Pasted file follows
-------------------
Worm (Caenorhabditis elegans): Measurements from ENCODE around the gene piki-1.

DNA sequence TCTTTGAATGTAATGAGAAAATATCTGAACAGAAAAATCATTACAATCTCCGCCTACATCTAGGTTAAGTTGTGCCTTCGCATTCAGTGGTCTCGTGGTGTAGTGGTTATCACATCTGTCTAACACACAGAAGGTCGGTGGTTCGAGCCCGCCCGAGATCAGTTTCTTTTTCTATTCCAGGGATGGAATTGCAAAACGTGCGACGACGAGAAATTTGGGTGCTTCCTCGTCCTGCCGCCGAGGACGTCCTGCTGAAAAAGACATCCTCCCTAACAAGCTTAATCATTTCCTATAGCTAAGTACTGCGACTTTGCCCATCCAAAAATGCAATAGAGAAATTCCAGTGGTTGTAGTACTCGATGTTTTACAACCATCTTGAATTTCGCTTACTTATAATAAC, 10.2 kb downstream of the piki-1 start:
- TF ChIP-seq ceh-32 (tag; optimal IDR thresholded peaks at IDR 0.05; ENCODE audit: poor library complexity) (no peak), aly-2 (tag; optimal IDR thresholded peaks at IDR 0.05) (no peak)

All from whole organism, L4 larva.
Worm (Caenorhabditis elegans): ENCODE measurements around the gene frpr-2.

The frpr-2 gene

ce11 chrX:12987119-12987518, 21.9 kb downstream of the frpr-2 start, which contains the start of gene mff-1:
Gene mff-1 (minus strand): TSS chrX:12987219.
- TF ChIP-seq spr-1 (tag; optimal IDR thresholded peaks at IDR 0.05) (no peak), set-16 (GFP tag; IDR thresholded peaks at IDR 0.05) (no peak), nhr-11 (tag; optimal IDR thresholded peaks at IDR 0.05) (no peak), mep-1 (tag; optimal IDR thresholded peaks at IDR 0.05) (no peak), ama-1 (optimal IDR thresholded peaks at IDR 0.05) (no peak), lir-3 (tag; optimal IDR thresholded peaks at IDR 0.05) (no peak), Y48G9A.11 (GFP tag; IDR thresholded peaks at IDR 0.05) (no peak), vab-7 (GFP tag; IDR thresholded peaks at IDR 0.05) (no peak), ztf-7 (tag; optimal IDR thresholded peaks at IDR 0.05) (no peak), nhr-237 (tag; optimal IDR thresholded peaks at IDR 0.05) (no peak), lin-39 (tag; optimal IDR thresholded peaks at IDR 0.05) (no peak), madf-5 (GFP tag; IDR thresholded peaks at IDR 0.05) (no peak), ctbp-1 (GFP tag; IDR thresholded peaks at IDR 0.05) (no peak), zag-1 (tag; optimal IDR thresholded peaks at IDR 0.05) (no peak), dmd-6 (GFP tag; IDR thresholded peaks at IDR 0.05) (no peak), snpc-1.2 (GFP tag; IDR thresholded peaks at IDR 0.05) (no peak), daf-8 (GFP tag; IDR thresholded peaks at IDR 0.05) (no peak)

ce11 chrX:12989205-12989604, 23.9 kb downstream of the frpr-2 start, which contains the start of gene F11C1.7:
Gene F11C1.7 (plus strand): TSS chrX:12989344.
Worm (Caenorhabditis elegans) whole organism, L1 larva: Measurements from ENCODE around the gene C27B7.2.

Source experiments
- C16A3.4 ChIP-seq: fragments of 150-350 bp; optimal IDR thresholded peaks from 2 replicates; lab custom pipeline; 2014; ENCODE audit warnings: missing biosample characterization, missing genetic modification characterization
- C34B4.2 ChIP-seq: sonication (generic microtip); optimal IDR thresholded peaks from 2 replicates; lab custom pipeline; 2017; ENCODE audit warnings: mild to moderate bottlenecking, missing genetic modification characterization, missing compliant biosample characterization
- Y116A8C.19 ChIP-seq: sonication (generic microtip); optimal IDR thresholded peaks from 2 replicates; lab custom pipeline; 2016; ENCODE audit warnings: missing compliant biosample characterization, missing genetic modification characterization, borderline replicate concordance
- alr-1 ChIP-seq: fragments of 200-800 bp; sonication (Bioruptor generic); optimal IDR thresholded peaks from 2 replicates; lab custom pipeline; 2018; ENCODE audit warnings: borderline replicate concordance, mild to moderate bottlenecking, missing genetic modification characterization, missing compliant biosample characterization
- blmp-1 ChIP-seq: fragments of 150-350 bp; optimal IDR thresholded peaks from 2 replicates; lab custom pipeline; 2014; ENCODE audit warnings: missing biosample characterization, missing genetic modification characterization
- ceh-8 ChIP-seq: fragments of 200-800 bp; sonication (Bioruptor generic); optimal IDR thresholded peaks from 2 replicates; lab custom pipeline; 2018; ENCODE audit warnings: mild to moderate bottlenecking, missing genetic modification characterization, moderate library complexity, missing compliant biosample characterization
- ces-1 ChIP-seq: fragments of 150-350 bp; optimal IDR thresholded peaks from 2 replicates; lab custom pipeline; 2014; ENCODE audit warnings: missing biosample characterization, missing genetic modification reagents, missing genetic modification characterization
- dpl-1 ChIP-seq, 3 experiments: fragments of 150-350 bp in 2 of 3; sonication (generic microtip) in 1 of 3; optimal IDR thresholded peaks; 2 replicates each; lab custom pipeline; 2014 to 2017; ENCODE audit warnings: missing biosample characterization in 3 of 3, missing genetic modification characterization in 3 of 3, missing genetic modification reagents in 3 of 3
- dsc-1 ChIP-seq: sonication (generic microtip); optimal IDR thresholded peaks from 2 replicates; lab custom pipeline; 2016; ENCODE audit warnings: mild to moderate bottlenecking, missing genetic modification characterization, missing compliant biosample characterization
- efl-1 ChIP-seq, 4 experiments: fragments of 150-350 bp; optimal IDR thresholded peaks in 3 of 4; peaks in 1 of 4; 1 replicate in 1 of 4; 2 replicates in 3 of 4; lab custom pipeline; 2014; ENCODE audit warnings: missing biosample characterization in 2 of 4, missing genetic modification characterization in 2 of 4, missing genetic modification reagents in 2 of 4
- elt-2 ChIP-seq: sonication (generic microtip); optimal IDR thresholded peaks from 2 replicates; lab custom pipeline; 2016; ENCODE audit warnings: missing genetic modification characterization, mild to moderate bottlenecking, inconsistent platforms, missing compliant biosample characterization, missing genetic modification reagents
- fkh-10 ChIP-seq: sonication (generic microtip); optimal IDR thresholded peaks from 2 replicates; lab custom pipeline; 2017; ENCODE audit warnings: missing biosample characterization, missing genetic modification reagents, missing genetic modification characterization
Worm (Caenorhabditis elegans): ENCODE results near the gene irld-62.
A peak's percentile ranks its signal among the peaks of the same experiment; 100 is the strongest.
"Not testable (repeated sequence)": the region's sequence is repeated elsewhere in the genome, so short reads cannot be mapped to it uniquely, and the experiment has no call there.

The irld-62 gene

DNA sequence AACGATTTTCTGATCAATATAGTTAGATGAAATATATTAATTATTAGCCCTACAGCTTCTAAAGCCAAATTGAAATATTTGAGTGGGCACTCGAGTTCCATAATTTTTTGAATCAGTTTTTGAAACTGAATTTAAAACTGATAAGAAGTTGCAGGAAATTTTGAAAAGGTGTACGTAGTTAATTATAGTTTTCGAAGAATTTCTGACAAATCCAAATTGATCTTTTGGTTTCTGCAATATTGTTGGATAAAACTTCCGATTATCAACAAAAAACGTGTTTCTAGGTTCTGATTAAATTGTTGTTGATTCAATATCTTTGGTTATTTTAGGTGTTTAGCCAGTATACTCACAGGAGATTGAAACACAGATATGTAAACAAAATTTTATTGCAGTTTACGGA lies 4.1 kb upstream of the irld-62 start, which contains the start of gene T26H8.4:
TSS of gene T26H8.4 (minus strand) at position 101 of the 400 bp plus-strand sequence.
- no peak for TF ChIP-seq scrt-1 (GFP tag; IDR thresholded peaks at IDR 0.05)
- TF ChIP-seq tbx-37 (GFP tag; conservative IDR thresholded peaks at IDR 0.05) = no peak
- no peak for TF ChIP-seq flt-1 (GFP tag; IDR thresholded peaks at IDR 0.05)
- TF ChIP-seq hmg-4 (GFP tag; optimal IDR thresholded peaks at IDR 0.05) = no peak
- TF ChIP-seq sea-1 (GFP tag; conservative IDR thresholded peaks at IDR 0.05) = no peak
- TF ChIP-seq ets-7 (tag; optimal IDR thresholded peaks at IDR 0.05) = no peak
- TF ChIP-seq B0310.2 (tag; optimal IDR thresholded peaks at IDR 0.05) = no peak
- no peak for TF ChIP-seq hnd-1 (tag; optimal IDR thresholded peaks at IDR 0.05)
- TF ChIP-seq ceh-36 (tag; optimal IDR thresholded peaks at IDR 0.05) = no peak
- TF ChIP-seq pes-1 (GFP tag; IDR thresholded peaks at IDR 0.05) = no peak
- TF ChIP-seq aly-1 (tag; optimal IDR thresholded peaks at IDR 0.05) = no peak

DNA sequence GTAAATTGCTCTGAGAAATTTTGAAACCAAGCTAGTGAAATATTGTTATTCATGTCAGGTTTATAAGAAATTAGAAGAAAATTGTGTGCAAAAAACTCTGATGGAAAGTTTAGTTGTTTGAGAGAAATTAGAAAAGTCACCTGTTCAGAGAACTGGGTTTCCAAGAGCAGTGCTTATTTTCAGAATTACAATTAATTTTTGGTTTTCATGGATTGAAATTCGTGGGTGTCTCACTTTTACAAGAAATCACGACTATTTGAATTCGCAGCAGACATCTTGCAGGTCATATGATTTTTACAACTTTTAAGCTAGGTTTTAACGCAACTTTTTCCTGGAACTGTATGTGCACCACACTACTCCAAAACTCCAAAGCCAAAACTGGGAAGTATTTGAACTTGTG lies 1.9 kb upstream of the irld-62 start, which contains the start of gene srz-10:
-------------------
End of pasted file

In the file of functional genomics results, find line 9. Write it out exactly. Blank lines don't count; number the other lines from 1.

- TF ChIP-seq spr-1 (tag; optimal IDR thresholded peaks at IDR 0.05) (no peak), set-16 (GFP tag; IDR thresholded peaks at IDR 0.05) (no peak), nhr-11 (tag; optimal IDR thresholded peaks at IDR 0.05) (no peak), mep-1 (tag; optimal IDR thresholded peaks at IDR 0.05) (no peak), ama-1 (optimal IDR thresholded peaks at IDR 0.05) (no peak), lir-3 (tag; optimal IDR thresholded peaks at IDR 0.05) (no peak), Y48G9A.11 (GFP tag; IDR thresholded peaks at IDR 0.05) (no peak), vab-7 (GFP tag; IDR thresholded peaks at IDR 0.05) (no peak), ztf-7 (tag; optimal IDR thresholded peaks at IDR 0.05) (no peak), nhr-237 (tag; optimal IDR thresholded peaks at IDR 0.05) (no peak), lin-39 (tag; optimal IDR thresholded peaks at IDR 0.05) (no peak), madf-5 (GFP tag; IDR thresholded peaks at IDR 0.05) (no peak), ctbp-1 (GFP tag; IDR thresholded peaks at IDR 0.05) (no peak), zag-1 (tag; optimal IDR thresholded peaks at IDR 0.05) (no peak), dmd-6 (GFP tag; IDR thresholded peaks at IDR 0.05) (no peak), snpc-1.2 (GFP tag; IDR thresholded peaks at IDR 0.05) (no peak), daf-8 (GFP tag; IDR thresholded peaks at IDR 0.05) (no peak)